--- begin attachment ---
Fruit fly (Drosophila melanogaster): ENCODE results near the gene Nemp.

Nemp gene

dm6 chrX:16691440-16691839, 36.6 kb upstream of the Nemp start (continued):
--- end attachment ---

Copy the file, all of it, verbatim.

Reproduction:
Fruit fly (Drosophila melanogaster): ENCODE results near the gene Nemp.

Nemp gene

dm6 chrX:16691440-16691839, 36.6 kb upstream of the Nemp start (continued):